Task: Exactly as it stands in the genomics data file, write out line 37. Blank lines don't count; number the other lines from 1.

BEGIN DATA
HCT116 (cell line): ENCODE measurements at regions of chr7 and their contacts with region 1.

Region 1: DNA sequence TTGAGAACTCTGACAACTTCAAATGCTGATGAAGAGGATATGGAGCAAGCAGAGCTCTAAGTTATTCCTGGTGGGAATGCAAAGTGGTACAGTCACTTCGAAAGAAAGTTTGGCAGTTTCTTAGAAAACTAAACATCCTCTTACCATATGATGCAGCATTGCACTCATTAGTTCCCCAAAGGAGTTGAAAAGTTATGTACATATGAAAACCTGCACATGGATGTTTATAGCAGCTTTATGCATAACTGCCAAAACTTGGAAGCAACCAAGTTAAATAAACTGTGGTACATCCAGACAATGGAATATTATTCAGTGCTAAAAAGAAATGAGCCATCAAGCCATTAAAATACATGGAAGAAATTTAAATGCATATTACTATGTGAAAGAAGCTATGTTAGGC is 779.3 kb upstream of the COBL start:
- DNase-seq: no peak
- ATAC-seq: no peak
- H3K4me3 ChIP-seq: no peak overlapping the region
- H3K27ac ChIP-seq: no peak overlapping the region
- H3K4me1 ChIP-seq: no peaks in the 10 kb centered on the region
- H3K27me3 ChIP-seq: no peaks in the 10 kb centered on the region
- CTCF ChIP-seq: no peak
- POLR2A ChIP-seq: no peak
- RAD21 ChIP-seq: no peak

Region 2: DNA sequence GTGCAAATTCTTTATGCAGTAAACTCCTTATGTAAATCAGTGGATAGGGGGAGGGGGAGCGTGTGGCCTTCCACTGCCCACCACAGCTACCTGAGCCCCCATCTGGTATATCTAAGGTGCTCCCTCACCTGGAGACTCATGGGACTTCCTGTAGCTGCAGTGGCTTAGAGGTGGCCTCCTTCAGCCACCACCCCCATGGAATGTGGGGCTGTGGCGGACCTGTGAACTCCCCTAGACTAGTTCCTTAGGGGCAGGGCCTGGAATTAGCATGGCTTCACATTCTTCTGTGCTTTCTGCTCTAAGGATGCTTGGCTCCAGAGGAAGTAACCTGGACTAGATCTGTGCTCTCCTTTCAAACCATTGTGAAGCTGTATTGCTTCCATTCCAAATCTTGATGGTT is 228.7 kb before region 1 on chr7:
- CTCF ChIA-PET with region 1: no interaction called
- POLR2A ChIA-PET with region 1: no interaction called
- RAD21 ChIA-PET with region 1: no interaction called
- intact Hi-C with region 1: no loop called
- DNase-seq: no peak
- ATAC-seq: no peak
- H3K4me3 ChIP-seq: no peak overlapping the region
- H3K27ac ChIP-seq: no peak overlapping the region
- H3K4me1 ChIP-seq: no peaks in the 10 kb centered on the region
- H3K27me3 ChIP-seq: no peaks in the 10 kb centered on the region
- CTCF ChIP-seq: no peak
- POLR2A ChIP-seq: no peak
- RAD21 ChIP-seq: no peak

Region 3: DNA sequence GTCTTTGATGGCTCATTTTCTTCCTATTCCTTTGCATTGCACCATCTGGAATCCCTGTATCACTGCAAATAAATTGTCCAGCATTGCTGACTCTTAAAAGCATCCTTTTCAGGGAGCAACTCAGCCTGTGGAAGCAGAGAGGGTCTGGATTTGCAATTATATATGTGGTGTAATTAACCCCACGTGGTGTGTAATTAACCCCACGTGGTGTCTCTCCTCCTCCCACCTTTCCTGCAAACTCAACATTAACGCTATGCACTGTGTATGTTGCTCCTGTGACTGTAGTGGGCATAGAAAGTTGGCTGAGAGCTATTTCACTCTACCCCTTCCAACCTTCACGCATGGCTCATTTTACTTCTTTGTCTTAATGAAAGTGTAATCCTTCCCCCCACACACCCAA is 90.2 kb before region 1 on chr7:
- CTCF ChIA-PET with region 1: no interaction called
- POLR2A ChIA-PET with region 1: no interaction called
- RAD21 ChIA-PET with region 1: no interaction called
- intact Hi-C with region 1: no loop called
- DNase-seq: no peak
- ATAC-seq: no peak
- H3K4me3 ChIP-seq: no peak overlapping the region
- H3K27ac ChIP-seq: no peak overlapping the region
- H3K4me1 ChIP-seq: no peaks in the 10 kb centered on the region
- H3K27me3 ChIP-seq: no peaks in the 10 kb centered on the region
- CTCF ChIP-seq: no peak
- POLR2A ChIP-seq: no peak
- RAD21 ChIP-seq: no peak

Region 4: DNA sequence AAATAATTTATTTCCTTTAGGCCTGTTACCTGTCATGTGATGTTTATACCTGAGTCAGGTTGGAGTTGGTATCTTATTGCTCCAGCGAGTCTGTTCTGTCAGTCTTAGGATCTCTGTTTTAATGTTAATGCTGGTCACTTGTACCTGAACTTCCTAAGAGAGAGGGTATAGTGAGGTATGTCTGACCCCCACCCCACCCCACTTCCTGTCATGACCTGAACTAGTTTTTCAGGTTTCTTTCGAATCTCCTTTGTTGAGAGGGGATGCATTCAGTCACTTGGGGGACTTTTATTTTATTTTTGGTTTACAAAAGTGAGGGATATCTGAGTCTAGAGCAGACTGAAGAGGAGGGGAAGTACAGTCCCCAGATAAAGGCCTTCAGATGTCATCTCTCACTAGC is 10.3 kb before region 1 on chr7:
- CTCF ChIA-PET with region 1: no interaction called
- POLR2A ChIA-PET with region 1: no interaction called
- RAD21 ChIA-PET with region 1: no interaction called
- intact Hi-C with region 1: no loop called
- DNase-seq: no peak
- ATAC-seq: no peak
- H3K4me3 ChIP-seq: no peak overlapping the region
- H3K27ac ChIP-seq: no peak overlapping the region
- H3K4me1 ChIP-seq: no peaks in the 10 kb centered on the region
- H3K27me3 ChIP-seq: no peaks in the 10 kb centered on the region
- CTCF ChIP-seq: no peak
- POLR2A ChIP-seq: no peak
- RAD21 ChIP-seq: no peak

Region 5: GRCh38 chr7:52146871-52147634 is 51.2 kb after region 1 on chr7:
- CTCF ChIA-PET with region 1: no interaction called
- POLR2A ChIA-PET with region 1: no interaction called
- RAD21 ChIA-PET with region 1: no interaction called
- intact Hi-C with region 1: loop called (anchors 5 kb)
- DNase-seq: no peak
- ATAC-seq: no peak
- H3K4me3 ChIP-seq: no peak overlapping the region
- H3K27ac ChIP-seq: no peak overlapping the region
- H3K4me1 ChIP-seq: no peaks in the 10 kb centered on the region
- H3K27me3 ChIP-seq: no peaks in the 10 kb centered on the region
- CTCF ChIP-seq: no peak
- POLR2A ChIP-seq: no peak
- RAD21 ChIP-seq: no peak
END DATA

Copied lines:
- CTCF ChIP-seq: no peak